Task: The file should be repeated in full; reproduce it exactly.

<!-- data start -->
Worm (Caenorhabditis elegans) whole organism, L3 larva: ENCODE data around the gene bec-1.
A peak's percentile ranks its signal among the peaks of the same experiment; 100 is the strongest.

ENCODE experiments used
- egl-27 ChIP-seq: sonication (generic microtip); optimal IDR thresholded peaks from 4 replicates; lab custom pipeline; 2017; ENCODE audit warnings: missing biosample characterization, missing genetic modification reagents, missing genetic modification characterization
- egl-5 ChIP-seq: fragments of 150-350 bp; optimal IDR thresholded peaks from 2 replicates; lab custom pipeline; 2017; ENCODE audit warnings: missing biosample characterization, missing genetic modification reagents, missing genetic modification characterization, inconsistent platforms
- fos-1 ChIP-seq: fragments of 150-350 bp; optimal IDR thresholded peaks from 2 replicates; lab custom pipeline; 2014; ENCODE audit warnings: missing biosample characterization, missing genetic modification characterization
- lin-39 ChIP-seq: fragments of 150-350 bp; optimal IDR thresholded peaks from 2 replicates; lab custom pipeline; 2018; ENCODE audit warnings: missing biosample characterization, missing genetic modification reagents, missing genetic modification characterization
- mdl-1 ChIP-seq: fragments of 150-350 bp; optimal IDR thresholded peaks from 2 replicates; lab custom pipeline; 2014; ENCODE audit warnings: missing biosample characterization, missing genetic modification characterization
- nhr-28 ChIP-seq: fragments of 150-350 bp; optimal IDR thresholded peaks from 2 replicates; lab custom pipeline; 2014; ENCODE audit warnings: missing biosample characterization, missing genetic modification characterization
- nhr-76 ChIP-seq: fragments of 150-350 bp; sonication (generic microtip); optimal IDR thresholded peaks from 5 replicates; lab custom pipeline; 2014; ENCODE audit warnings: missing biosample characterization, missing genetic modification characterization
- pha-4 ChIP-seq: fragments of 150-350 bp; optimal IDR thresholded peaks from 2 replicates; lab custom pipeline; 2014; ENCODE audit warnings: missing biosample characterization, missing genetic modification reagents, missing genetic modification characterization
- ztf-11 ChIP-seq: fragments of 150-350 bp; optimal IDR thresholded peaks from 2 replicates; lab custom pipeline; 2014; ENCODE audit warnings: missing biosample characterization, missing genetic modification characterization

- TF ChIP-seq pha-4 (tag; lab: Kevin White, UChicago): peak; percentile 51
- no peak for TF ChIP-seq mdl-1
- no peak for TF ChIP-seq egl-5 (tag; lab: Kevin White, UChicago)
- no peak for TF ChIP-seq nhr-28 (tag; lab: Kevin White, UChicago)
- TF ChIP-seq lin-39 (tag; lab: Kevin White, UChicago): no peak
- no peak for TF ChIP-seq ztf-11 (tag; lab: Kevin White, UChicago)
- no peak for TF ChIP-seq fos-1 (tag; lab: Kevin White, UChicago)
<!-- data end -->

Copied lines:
Worm (Caenorhabditis elegans) whole organism, L3 larva: ENCODE data around the gene bec-1.
A peak's percentile ranks its signal among the peaks of the same experiment; 100 is the strongest.

ENCODE experiments used
- egl-27 ChIP-seq: sonication (generic microtip); optimal IDR thresholded peaks from 4 replicates; lab custom pipeline; 2017; ENCODE audit warnings: missing biosample characterization, missing genetic modification reagents, missing genetic modification characterization
- egl-5 ChIP-seq: fragments of 150-350 bp; optimal IDR thresholded peaks from 2 replicates; lab custom pipeline; 2017; ENCODE audit warnings: missing biosample characterization, missing genetic modification reagents, missing genetic modification characterization, inconsistent platforms
- fos-1 ChIP-seq: fragments of 150-350 bp; optimal IDR thresholded peaks from 2 replicates; lab custom pipeline; 2014; ENCODE audit warnings: missing biosample characterization, missing genetic modification characterization
- lin-39 ChIP-seq: fragments of 150-350 bp; optimal IDR thresholded peaks from 2 replicates; lab custom pipeline; 2018; ENCODE audit warnings: missing biosample characterization, missing genetic modification reagents, missing genetic modification characterization
- mdl-1 ChIP-seq: fragments of 150-350 bp; optimal IDR thresholded peaks from 2 replicates; lab custom pipeline; 2014; ENCODE audit warnings: missing biosample characterization, missing genetic modification characterization
- nhr-28 ChIP-seq: fragments of 150-350 bp; optimal IDR thresholded peaks from 2 replicates; lab custom pipeline; 2014; ENCODE audit warnings: missing biosample characterization, missing genetic modification characterization
- nhr-76 ChIP-seq: fragments of 150-350 bp; sonication (generic microtip); optimal IDR thresholded peaks from 5 replicates; lab custom pipeline; 2014; ENCODE audit warnings: missing biosample characterization, missing genetic modification characterization
- pha-4 ChIP-seq: fragments of 150-350 bp; optimal IDR thresholded peaks from 2 replicates; lab custom pipeline; 2014; ENCODE audit warnings: missing biosample characterization, missing genetic modification reagents, missing genetic modification characterization
- ztf-11 ChIP-seq: fragments of 150-350 bp; optimal IDR thresholded peaks from 2 replicates; lab custom pipeline; 2014; ENCODE audit warnings: missing biosample characterization, missing genetic modification characterization

- TF ChIP-seq pha-4 (tag; lab: Kevin White, UChicago): peak; percentile 51
- no peak for TF ChIP-seq mdl-1
- no peak for TF ChIP-seq egl-5 (tag; lab: Kevin White, UChicago)
- no peak for TF ChIP-seq nhr-28 (tag; lab: Kevin White, UChicago)
- TF ChIP-seq lin-39 (tag; lab: Kevin White, UChicago): no peak
- no peak for TF ChIP-seq ztf-11 (tag; lab: Kevin White, UChicago)
- no peak for TF ChIP-seq fos-1 (tag; lab: Kevin White, UChicago)